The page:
Stepparent Adoption in Minnesota
After the process of going through a divorce, the prospect of dealing with more legal matters may be unappealing, particularly if your divorce involved children. However, in the event that you remarry, there may be a happy reason to find yourself back in court: your new spouse wants to adopt your children.
In Minnesota, stepparent adoption involves a four-step process, and while some of the particulars differ from county to county, the overall approach is consistent.
The first step of the process is often the biggest hurdle: terminating the rights of the other biological parent. If the other parent consents to giving up parental rights, they have 14 days after signing the paperwork to reconsider. In cases where the other parent doesn’t want to terminate their parental rights, the petitioning parent must persuade the court that the other parent has abandoned or otherwise failed the child. This can be very difficult.
After this step, you must complete the following:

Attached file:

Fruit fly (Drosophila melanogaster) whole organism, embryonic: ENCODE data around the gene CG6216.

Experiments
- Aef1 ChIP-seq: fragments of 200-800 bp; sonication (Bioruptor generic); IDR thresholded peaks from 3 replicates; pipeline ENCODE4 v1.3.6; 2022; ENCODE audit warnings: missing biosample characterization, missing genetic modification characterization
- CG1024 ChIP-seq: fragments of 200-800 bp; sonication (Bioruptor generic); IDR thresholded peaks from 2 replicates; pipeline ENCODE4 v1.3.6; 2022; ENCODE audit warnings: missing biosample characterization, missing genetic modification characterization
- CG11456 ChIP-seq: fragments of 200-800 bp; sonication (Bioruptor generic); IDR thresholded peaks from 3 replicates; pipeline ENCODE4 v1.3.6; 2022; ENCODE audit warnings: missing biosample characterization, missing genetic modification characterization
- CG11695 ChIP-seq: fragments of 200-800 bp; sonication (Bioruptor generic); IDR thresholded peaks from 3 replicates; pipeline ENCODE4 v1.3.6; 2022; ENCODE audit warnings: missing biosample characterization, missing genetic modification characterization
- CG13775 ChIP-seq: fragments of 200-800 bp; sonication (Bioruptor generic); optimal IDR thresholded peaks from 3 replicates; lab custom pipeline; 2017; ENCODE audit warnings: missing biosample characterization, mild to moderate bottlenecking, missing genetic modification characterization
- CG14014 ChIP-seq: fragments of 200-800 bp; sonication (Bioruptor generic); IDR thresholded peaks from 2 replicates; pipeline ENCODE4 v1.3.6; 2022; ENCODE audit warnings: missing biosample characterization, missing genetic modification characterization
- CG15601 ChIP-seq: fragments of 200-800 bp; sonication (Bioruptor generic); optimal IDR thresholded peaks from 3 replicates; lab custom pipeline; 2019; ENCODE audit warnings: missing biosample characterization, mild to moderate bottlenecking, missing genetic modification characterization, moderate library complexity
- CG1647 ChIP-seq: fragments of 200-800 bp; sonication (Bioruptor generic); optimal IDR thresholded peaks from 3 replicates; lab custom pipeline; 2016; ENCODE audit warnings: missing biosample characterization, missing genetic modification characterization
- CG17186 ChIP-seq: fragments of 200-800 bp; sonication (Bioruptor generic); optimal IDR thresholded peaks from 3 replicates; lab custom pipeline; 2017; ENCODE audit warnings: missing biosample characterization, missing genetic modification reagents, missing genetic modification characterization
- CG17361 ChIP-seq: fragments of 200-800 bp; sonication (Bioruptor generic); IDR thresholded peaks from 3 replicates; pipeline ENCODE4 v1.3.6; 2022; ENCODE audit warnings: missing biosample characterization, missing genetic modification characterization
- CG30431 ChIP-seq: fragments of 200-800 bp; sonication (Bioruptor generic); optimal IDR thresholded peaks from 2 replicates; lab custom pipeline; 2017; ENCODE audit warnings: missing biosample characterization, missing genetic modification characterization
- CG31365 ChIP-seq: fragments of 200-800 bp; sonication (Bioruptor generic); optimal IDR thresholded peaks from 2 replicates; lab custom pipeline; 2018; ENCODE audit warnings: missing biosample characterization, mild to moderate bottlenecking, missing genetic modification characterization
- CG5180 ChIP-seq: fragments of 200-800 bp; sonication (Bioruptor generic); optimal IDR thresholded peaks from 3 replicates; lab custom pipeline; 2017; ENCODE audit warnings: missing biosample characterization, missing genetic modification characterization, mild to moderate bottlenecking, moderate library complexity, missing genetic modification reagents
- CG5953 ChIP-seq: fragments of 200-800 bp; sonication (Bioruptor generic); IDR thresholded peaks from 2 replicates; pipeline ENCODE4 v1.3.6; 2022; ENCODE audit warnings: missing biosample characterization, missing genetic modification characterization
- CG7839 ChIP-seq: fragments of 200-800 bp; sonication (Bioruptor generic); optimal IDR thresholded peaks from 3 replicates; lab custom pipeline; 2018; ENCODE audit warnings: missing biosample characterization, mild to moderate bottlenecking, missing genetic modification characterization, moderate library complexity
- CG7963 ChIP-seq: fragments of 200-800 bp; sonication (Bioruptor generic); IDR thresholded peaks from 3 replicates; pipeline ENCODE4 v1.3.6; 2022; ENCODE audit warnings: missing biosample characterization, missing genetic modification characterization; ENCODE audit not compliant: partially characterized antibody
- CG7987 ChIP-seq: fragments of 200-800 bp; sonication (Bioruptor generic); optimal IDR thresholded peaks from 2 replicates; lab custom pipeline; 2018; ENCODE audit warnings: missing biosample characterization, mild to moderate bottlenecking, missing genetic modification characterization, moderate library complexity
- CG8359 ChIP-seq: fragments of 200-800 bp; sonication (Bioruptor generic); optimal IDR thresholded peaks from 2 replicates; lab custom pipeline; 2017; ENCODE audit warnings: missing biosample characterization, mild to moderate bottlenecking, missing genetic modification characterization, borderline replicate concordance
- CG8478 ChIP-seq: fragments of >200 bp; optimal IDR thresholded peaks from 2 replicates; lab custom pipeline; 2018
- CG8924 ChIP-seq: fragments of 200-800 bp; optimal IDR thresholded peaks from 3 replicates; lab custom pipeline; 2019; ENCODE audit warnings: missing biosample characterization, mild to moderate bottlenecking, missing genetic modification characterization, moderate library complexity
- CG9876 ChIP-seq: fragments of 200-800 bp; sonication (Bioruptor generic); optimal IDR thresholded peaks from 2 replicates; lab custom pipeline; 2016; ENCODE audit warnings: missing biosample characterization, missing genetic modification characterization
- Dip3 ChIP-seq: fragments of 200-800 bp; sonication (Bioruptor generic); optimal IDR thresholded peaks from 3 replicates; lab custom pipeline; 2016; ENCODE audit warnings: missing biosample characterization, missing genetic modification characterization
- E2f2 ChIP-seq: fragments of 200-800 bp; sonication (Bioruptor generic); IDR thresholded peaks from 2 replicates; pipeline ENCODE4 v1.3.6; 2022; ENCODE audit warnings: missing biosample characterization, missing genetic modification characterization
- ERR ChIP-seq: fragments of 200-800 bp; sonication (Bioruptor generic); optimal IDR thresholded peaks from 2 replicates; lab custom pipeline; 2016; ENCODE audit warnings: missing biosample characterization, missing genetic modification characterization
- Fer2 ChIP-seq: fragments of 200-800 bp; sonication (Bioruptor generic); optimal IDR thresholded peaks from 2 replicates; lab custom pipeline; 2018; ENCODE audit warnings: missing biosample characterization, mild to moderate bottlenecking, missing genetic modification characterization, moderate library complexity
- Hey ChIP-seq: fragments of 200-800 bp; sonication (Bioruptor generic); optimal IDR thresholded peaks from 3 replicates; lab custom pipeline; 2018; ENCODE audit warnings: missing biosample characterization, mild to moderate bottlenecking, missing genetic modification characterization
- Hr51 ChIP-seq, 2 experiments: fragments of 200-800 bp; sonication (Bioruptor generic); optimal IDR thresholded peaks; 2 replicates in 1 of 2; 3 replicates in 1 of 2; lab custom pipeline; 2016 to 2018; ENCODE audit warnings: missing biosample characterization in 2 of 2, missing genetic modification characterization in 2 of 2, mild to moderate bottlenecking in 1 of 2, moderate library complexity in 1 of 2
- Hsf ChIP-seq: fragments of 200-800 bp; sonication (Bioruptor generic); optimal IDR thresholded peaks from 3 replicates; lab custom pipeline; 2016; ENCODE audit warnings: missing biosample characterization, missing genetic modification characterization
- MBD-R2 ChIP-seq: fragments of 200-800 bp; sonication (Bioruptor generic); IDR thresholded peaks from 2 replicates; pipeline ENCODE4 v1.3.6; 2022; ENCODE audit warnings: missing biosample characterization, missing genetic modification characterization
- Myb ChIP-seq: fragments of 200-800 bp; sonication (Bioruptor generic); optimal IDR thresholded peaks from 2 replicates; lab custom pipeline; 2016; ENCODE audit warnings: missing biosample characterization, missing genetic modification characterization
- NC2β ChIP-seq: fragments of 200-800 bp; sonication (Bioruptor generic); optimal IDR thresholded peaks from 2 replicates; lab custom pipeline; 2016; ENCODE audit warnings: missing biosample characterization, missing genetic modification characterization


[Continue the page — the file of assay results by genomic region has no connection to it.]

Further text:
- Petition for adoption: This form asks for basic information about everyone involved in the adoption and about the nature of their relationship.
- Background checks: This is where your county may differ from others. Some counties limit themselves to a basic criminal background check, while others investigate more thoroughly. Some even require visits to the home to get a better sense of the relationship between the stepparent and the child.
- Final hearing: Once Child and Family Services has finished their job, the parties will appear before a judge to verify that they want the adoption to move forward. If the adoption is approved, the family can move on to adjusting other essential documents and beginning their new life.
Helping a family navigate stepparent adoption can be complicated, but the rewards are often considerable. If you’re interested in pursuing stepparent adoption in Minnesota, contact the experienced Twin Cities family law attorneys at Appelhof, Pfeifer & Hart.